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All Over Everywhere - Inner Firmaments Decay CD (album) cover


All Over Everywhere


Crossover Prog

3.81 | 60 ratings

From, the ultimate progressive rock music website

5 stars I think it is a kind of a problem when you have 100 other albums ready to be reviewed, many of them screaming out for more attention due to upcoming interview researches........ and you simply cannot stop playing one album. Like I am now experiencing with this album.

My guess is also that there will be a lot of twiddling with the mixer buttons on a media player or a stereo rack for those who dare listening to this album. I am even sure perfectly good albums will be returned to the online shops due to this album's pretty special sound. So let me first start to say that there is nothing wrong with your media-player, mobile phone, Ipod or stereo rack. Don't twiddle around with the buttons. This album has the most special sound I have ever heard on a progressive rock album. The only other example I can come up with is Darkthrone's Funeral Moon album and that is a necro-retro black metal album. The sound on Inner Firmaments Decay therefore takes some time to get used to. It is also a very effective soundscape and I am now resigned to receiving a lot of albums in the future with the same type of sound. Inner Firmaments Decay is without any doubts a trendsetting album.

When overcoming the sound, what lays behind this wall is eight brilliant songs of a quality I have not heard from a new album for a very long time. Most of the songs kind of complement each others and floats around in the air. The two exceptions is the final two tracks Until the Sun Begins to Fall and Gratitude. The latter song was also included on the Emkog Records sampler and it made me order this album. If I am not mistaken, Dan Britton has stated that Gratitude is the best song he has ever been involved in. And that comes from a man who has been involved in some of the best albums released during the last five years. But I believe him. Gratitude is a truly stunning song and the best song on this album.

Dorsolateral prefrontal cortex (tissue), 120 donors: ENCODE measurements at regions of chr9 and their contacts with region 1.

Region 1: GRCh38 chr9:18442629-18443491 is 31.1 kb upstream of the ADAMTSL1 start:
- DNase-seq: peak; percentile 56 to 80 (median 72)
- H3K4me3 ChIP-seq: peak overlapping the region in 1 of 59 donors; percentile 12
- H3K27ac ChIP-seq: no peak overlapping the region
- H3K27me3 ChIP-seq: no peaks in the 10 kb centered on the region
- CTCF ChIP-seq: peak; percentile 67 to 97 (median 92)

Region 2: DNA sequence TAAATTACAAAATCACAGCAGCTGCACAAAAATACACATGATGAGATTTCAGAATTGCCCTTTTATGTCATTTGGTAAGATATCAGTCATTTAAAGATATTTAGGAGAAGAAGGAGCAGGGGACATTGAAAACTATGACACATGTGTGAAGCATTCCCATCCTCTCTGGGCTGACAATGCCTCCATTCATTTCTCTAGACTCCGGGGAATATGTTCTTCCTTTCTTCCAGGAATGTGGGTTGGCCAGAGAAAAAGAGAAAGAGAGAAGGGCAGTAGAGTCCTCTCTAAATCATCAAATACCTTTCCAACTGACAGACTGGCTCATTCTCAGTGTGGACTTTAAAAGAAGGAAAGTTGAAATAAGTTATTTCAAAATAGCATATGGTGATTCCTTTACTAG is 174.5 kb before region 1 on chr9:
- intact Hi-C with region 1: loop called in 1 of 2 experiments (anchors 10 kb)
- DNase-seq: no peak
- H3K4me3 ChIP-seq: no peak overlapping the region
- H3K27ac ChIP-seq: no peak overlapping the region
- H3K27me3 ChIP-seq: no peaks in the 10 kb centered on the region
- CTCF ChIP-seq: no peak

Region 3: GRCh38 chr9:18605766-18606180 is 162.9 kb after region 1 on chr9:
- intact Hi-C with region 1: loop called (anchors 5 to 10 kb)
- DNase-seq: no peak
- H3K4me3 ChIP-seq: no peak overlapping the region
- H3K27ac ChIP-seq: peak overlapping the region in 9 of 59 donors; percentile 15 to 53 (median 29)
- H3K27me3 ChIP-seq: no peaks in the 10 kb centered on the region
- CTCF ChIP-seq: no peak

I am now supposed to describe the music here. In fact, I should had done it two paragraphs ago. An untraditional review of an untraditional album, then. Music wise, sends my thoughts in the direction of Kate Bush. Not so much vocals wise, even though Megan Wheatley does a brilliant job here. But it is more like Kate Bush music arrangements I am referring to here. I think fans of Kate Bush will love this album...... well, I am one of her fans. Other music references is laid back jazz and folk music. Yes, jazz is a good start. But symphonic prog can also be added to the mix. The above mentioned final two tracks is clearly symphonic prog and the ten minutes long symphonic prog epic Gratitude has a lot of subtle Genesis vibes. In short, this album is basically melodic based in the jazz, folk and symphonic prog tradition. I guess that should appeal to most of the ProgArchives members. The album also have some good avant-garde vibes which also should appeal to that segment of ProgArchives too. This album is by no means easy listening and it takes a heck of a lot effort to get into.

I will conclude this review with my claim that this is one of the best albums which has graced ProgArchives for the year. The sound on this album is revolutionary and is probably a trend-setter. On the basis of all these factors, I am awarding it five points in the knowledge that it will be a much talked about album in the years to come too.

5 stars

toroddfuglesteg | 5/5 |


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